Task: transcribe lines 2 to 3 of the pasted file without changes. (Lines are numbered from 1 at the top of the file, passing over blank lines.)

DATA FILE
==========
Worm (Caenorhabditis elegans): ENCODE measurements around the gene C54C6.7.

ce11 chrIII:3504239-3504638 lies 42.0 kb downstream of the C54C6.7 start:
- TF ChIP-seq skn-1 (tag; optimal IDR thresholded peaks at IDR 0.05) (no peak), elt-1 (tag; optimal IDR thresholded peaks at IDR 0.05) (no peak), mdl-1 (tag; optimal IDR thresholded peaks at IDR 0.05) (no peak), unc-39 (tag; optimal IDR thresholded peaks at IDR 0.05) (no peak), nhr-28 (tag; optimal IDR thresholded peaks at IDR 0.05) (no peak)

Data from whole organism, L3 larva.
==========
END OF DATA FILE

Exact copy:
ce11 chrIII:3504239-3504638 lies 42.0 kb downstream of the C54C6.7 start:
- TF ChIP-seq skn-1 (tag; optimal IDR thresholded peaks at IDR 0.05) (no peak), elt-1 (tag; optimal IDR thresholded peaks at IDR 0.05) (no peak), mdl-1 (tag; optimal IDR thresholded peaks at IDR 0.05) (no peak), unc-39 (tag; optimal IDR thresholded peaks at IDR 0.05) (no peak), nhr-28 (tag; optimal IDR thresholded peaks at IDR 0.05) (no peak)